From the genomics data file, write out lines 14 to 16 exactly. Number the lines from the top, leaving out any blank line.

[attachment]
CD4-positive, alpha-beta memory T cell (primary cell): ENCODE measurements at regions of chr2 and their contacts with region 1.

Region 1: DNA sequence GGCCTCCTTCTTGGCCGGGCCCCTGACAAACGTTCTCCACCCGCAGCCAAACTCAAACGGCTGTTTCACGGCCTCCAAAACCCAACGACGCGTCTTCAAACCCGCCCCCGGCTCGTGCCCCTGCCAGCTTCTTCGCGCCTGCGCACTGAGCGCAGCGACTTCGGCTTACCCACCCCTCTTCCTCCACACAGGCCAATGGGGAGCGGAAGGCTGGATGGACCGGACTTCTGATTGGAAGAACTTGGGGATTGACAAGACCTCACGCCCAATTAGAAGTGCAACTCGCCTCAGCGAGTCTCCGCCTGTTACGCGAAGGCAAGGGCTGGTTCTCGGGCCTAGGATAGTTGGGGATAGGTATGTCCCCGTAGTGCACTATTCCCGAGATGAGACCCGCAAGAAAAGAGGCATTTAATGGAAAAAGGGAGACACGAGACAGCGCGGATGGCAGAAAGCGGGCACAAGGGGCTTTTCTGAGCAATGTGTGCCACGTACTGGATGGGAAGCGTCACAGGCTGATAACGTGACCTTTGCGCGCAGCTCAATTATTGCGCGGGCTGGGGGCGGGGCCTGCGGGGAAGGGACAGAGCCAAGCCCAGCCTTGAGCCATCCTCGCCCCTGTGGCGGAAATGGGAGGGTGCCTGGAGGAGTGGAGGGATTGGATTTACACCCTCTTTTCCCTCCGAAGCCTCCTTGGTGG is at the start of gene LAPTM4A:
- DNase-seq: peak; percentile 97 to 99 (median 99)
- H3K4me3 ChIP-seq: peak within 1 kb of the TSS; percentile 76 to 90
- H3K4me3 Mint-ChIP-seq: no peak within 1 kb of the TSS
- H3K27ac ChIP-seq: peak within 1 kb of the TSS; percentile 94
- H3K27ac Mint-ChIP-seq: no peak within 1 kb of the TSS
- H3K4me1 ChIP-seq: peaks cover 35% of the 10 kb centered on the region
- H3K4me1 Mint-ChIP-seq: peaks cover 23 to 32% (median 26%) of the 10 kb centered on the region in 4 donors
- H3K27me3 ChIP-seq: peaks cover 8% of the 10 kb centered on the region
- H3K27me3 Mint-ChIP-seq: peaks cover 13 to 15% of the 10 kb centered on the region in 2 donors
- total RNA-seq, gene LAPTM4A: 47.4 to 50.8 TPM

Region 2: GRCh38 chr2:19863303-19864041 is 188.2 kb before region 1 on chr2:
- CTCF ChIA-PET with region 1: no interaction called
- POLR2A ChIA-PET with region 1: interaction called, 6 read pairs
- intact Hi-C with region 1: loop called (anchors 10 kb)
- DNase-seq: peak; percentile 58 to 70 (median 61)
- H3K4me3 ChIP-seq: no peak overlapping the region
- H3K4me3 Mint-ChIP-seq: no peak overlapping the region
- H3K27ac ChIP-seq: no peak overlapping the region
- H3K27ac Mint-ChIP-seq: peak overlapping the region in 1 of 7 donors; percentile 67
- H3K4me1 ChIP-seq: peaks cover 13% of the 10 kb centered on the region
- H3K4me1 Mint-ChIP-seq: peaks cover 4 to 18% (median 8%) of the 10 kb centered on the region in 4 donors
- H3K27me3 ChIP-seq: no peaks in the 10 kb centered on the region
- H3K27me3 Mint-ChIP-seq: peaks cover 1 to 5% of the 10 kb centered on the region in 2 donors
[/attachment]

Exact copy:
- CTCF ChIA-PET with region 1: no interaction called
- POLR2A ChIA-PET with region 1: interaction called, 6 read pairs
- intact Hi-C with region 1: loop called (anchors 10 kb)